Paula: The amount of time that we have been in business and you know, we do that very, very carefully, but you know the reason we did it is because it is a small world and because this person was mistreating our suppliers, our photographers and stuff like that, he was chewing people out and getting them to do more work than agreed to and you know, he was just being manipulative and not ethical and that sticks to us. You know what I mean? So we can not have that but we had to fire and that is a stigma that speaks to us and sticks to him. You know, we are not going to ever do business with him again unless they change hands or have some reason that we know that things are different and that is not going to cause the same problem again, but I think he did not have absolutely any doubt in his mind what the problem was, right John? I mean…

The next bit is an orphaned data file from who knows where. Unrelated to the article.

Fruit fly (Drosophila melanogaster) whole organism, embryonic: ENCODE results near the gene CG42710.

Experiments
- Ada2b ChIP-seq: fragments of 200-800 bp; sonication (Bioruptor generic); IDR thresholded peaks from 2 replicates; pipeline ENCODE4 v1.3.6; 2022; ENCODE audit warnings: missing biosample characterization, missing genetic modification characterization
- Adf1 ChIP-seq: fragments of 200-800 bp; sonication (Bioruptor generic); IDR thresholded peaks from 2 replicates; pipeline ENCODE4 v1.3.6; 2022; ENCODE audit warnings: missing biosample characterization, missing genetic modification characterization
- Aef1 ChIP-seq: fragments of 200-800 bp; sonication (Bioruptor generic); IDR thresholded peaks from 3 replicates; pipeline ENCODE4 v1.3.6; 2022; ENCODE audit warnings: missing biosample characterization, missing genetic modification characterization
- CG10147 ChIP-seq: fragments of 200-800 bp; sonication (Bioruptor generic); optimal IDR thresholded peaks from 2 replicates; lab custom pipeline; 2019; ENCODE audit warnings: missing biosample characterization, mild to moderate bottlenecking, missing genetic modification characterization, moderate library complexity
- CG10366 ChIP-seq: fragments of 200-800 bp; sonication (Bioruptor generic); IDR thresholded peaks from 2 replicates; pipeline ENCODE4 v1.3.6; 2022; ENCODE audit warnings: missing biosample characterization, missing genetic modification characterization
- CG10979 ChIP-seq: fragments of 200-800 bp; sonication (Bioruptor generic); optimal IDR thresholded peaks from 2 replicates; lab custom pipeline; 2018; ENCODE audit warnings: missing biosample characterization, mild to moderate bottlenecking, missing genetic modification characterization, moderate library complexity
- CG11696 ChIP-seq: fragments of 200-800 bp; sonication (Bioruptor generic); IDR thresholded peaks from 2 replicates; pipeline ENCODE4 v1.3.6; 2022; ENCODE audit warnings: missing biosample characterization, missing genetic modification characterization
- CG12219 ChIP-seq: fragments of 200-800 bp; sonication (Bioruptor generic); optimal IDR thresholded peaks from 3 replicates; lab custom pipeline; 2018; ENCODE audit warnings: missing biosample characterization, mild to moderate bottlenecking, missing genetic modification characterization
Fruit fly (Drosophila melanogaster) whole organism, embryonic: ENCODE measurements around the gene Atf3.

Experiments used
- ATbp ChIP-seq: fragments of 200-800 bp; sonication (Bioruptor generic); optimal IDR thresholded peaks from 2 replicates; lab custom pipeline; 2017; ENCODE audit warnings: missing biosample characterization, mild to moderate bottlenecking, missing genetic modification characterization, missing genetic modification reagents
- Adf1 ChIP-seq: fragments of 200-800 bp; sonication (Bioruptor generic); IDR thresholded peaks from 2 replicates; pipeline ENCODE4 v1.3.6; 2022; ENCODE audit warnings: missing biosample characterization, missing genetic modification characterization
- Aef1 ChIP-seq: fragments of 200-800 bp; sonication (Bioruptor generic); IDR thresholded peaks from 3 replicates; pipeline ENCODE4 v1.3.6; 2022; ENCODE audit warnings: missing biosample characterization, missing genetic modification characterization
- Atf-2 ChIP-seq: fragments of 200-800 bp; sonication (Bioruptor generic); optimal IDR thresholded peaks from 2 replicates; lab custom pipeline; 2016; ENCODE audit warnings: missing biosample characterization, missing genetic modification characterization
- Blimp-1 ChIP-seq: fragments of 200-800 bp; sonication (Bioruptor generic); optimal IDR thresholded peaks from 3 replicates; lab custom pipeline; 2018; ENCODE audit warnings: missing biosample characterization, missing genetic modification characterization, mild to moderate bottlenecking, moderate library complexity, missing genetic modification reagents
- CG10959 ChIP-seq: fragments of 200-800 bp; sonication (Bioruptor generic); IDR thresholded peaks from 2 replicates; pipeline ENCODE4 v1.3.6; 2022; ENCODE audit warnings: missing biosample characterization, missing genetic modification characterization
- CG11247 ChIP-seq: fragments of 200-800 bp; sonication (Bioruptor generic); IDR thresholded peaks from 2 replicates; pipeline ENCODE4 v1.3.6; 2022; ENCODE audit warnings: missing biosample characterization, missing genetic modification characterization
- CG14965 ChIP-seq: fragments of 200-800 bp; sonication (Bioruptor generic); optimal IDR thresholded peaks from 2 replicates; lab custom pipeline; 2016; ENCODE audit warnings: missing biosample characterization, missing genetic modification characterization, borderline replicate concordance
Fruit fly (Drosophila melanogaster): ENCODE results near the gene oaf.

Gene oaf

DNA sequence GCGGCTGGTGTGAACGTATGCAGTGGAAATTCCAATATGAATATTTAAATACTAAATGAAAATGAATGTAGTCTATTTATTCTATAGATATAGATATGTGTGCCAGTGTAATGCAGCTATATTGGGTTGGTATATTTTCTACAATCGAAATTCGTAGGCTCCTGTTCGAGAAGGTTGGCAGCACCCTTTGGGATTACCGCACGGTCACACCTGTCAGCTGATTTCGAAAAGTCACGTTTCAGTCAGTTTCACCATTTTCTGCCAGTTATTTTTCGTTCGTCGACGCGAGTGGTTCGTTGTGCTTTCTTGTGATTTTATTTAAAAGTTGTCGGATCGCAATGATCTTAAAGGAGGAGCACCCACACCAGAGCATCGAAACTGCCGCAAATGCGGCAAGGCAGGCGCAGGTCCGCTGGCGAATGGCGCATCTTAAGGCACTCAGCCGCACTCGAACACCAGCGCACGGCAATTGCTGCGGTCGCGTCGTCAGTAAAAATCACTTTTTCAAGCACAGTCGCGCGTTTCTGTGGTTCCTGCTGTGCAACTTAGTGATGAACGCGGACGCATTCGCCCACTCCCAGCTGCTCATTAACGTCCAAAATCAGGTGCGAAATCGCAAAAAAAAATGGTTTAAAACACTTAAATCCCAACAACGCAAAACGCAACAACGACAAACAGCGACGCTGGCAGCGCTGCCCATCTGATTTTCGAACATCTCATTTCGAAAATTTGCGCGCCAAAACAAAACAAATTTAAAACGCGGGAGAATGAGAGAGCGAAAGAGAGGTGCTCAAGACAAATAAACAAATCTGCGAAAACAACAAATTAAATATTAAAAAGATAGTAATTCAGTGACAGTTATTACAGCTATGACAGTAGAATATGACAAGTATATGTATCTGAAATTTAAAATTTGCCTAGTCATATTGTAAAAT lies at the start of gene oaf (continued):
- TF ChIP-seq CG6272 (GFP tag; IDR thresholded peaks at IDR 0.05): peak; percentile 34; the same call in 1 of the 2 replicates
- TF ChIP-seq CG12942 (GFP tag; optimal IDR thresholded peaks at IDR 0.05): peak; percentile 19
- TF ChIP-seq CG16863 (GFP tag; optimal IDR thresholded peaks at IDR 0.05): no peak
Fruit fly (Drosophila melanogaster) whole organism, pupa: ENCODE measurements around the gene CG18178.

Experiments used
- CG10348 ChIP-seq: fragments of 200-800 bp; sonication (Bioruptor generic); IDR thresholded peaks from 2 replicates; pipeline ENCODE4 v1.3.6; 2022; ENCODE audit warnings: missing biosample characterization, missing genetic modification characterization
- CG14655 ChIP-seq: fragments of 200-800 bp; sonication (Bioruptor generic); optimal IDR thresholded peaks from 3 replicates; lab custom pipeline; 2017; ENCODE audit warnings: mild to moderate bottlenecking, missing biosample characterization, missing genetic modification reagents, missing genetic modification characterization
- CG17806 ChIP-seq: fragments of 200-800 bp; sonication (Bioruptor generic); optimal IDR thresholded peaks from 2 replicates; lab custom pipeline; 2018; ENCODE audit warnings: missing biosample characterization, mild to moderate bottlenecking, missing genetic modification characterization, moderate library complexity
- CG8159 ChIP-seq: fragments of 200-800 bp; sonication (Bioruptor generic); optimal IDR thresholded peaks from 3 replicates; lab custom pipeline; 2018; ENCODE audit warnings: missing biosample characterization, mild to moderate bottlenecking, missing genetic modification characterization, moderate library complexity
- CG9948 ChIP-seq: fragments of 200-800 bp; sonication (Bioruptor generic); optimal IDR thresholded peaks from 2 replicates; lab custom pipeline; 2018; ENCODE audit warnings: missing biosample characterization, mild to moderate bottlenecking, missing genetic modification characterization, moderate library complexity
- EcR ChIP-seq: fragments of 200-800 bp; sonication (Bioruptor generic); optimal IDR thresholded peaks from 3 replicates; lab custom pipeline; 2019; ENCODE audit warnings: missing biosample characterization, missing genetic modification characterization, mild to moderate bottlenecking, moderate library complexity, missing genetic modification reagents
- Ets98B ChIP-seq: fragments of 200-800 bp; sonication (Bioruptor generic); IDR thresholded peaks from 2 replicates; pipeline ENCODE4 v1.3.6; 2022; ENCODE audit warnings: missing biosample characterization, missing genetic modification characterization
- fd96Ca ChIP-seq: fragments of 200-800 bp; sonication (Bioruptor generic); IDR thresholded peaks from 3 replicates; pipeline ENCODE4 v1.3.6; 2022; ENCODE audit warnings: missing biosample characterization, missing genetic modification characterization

John: Oh, yeah.

Paula: We drafted an email and we were not trying to make it fit on a phone. [laughs] We drafted an email, with here what we have tried, here is what has not worked. Here is where we are leaving it. Here is where the money sits. Here is where the work sits. You go forward, we go forward. It was like a divorce agreement, you know, and…

John: Well, the thing that was the final straw was he refused to send back the photographer’s equipment that he said he was going to do until we… I do not remember, until something here. Oh…

Paula: Right. Until he agreed to do more work than we had originally agreed. And so he locked up our photographer’s equipment in a room and told him he was not going to give it back, and this guy had rented that lighting equipment and things like that that he meant for the purpose. You know, we are like, that is not cool.